Publicada por Arith Härger / 2:46 PM /
We now know that the Vikings have been in North America 500 years before Columbus. The first archaeological evidences led scientists to go further on the investigations; each year more clues and informations are put together to confirm this historical event. Now, a new discovery has revealed that the Vikings may have travelled hundreds of miles further into North America and not just arround the coastline. It is clear that explorers (wherever they were from) always have that little thing inside of them called "curiosity", so it is perfectly natural that the Vikings went further inland. However, the full extent of their exploration isn't clear and may forever be a mystery, but in time we are finding more evidences.
In Portmahomack , northern Scotland, recent excavations have shown a wealthy monastery in the area. There were found scriptures, copied on prepared animal skin parchment by monks. Trade was the source of the riches in this monastery; the sea brought wealth to these people, but the tides would turn and wealth would sink in the crushing waves, only to bring to the monks destruction and the end of days. That's right, you guessed it - the Vikings were coming.
Archaeologists have revealed that Portmahomack was suddenly and utterly destroyed. They found smashed fragments of sculptures mingled with the ashes of torched buildings. It is quite possible (and thethe most likely explanation) that it was attacked and looted by Northmen. The attack on Portmahomack is the only Viking raid in Britain for which there are archaeological evidences. Others, such as the famous attack on Lindisfarne, is only the fruit of reports recorded in chronicles. Together, these two violent raids mark the start of an era of attacks from across the Northern Sea. The Norse came out of Sweden, Denmark and Norway, using sophisticated navigational skills and shipbuilding technology never seen before, making them the fastest and deadliest threats of that time.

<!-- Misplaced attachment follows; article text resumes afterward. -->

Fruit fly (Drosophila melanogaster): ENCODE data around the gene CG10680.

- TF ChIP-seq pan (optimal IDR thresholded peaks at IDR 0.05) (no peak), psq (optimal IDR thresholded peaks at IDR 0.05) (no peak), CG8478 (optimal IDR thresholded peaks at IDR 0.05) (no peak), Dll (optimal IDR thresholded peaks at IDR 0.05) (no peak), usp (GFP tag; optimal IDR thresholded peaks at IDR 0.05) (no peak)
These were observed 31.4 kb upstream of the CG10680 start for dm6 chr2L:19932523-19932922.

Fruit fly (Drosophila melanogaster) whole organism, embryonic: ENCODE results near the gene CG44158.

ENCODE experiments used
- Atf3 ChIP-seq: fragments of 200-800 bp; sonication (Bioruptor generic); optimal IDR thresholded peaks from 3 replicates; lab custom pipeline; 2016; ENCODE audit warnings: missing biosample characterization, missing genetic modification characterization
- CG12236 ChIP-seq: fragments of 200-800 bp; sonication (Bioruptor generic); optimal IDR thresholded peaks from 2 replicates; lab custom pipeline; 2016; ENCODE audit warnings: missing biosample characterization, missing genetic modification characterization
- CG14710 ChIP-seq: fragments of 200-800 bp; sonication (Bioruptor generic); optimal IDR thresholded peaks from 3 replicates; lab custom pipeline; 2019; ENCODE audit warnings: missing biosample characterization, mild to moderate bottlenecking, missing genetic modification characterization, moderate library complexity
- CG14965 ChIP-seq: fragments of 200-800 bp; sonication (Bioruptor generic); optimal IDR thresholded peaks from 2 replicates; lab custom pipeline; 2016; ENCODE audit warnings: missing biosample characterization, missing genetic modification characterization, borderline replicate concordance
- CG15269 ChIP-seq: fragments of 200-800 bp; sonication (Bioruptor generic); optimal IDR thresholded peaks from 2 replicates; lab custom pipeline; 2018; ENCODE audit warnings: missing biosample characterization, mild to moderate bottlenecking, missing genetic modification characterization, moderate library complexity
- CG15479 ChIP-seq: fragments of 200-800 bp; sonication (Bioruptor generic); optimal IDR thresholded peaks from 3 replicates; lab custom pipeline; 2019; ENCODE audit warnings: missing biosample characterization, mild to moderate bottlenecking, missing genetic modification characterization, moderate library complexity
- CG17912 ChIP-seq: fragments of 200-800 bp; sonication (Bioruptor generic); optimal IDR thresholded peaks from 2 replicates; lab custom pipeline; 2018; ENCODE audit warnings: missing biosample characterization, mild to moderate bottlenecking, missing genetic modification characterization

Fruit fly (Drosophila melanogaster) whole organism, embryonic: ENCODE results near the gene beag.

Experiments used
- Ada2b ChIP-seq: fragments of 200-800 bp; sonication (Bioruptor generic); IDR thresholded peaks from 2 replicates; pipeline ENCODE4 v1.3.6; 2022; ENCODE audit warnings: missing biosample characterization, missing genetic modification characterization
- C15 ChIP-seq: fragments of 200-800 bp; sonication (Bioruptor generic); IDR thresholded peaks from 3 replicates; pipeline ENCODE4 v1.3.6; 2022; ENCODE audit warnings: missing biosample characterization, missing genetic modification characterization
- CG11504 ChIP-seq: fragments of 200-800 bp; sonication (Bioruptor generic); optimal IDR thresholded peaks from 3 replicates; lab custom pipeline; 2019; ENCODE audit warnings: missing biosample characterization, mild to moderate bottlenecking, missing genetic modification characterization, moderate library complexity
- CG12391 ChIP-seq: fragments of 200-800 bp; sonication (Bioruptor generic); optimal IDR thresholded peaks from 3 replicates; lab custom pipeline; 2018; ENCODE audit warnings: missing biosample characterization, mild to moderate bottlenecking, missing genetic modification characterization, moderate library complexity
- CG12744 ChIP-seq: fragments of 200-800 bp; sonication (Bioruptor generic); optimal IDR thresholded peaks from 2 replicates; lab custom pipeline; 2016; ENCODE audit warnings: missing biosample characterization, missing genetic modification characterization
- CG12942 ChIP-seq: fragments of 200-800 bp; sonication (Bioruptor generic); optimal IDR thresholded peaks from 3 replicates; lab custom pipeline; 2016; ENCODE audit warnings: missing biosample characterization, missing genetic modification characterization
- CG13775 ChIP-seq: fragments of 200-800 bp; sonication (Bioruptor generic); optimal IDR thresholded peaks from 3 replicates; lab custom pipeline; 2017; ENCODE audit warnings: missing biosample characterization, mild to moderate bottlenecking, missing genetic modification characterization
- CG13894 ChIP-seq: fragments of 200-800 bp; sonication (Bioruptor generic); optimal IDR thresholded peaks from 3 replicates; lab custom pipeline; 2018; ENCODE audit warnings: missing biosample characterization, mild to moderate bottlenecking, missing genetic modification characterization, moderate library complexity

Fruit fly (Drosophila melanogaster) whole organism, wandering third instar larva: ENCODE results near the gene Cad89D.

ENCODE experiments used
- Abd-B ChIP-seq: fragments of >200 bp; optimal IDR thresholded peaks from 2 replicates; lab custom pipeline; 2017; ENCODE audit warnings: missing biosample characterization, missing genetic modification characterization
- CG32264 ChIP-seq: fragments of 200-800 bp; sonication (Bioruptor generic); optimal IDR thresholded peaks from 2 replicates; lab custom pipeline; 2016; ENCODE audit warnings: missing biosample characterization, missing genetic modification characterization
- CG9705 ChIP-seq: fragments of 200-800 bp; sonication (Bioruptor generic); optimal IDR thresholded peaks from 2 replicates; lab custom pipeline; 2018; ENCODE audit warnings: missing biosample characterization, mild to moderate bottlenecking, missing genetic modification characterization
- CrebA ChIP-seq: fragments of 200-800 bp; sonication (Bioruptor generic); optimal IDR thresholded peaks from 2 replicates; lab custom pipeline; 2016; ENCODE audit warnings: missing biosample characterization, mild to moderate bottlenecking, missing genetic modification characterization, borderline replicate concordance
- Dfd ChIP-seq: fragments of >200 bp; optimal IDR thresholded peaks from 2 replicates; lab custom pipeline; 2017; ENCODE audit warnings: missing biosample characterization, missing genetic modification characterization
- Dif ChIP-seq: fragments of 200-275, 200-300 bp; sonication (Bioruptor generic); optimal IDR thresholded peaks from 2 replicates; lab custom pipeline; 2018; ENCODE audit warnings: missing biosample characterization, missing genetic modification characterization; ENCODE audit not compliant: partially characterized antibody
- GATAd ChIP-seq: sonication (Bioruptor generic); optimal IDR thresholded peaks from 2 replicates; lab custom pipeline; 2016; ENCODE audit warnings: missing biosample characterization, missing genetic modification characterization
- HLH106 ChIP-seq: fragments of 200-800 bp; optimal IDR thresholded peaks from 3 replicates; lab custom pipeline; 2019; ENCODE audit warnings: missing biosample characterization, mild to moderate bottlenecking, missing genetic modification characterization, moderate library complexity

Vikings were literaly everywhere in Europe. They invaded France and Normandy was given to them as in means to stop them from advancing further and causing more damage. They have been in parts of Italy and the Levant. They also founded Dublin, made deep inroads into England and island-hopped across the North Atlantic. Orkney, Shetland, Fair Isle and Iceland. They raided Spain and Portugal in the early nineth century (Northern Spain has a statue to celebrate the victory of the Spanish Kingdoms against the Vikings). They have created one of the very few Viking colonies in Portuguese territory - Povoa de Varzim - and they even crossed blades with the Muslims of the far south. They even crossed to Greenland, so why would they stop there?
The Vikings and their decendants wrote the famous sagas - the unique works of literature of the northmen, with a mixture of history and fiction and the beautiful touch of poetry. In some of these sagas, it is clearly stated that the explorer Leif Erikson led an expedition to the east coast of North America. It is described as having good harbours and an abundance of natural resources. But can we believe in such things? When history fails, it's up to the detectives of history and science to investigate and bring the truth - Archaeologists.
In the year of 1960, a site on the very northernmost parts of Newfoundland in Canada - L'Anse aux Meadows - was investigated and archaeologists were convinced that it was a Viking settlement. It was an outstanding discovery. The fact that the Vikings had reached North America before any other Europeans was indeed a change in history. Until now, no other sites had been found.
The site was choosen to dig, after several studies of the area. A headland, almost at the very western tip of Newfoundland, 400 miles further south and west than the only known Viking site in North America - Point Rosee. The place overlooks two bays, offering protection for ships from any wind direction. A blackened rock was found, with marks that showed it went through intense temperatures. Possibly a place of man-made structure which used fire for some activity -possibly metalwork. Beneath there were piles of charcoal mixed with cooked bog iron - an iron deposit that needs to be baked to drive off impurities and allow the iron to be extracted for smelting. Surrounding the hearth appeared to be a turf wall of the kind built by Viking settlers across the North Atlantic.
No other groups of settlers roasted bog iron in Newfoundland. Nothing has been proven yet, but it looks like that archaeologists might have found evidence of Viking exploration in North America that goes much further than just that one site i've mentioned before, discovered in the 60s.
Though, the site may look like a small activity area, maybe connected to a large farm, but this is the beginning of a change in the history books about the Vikings. Only time will tell what things are hidden further down on the earth.